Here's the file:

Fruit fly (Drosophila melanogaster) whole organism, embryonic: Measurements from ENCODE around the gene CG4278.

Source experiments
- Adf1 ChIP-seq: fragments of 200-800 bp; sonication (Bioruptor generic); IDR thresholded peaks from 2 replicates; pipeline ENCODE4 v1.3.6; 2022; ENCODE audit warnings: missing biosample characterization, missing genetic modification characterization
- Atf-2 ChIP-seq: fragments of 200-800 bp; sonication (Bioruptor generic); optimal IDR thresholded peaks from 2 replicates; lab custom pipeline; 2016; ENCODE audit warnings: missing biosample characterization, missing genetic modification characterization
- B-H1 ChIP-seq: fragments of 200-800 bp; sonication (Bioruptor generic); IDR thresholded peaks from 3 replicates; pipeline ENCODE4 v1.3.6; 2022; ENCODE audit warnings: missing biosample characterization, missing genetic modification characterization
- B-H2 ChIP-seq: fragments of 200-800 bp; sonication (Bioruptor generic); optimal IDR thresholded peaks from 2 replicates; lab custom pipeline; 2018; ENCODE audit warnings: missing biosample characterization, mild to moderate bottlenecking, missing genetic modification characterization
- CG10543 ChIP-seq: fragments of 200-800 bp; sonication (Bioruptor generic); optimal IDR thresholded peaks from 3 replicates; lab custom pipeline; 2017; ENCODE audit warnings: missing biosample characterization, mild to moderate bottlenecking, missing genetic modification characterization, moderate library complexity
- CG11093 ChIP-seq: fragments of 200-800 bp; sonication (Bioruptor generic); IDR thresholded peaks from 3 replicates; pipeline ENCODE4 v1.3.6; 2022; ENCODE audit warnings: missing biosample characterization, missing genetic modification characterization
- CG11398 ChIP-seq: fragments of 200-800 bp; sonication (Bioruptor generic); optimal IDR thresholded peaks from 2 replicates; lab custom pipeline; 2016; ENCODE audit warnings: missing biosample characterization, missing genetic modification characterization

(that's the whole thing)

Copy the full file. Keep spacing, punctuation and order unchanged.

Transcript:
Fruit fly (Drosophila melanogaster) whole organism, embryonic: Measurements from ENCODE around the gene CG4278.

Source experiments
- Adf1 ChIP-seq: fragments of 200-800 bp; sonication (Bioruptor generic); IDR thresholded peaks from 2 replicates; pipeline ENCODE4 v1.3.6; 2022; ENCODE audit warnings: missing biosample characterization, missing genetic modification characterization
- Atf-2 ChIP-seq: fragments of 200-800 bp; sonication (Bioruptor generic); optimal IDR thresholded peaks from 2 replicates; lab custom pipeline; 2016; ENCODE audit warnings: missing biosample characterization, missing genetic modification characterization
- B-H1 ChIP-seq: fragments of 200-800 bp; sonication (Bioruptor generic); IDR thresholded peaks from 3 replicates; pipeline ENCODE4 v1.3.6; 2022; ENCODE audit warnings: missing biosample characterization, missing genetic modification characterization
- B-H2 ChIP-seq: fragments of 200-800 bp; sonication (Bioruptor generic); optimal IDR thresholded peaks from 2 replicates; lab custom pipeline; 2018; ENCODE audit warnings: missing biosample characterization, mild to moderate bottlenecking, missing genetic modification characterization
- CG10543 ChIP-seq: fragments of 200-800 bp; sonication (Bioruptor generic); optimal IDR thresholded peaks from 3 replicates; lab custom pipeline; 2017; ENCODE audit warnings: missing biosample characterization, mild to moderate bottlenecking, missing genetic modification characterization, moderate library complexity
- CG11093 ChIP-seq: fragments of 200-800 bp; sonication (Bioruptor generic); IDR thresholded peaks from 3 replicates; pipeline ENCODE4 v1.3.6; 2022; ENCODE audit warnings: missing biosample characterization, missing genetic modification characterization
- CG11398 ChIP-seq: fragments of 200-800 bp; sonication (Bioruptor generic); optimal IDR thresholded peaks from 2 replicates; lab custom pipeline; 2016; ENCODE audit warnings: missing biosample characterization, missing genetic modification characterization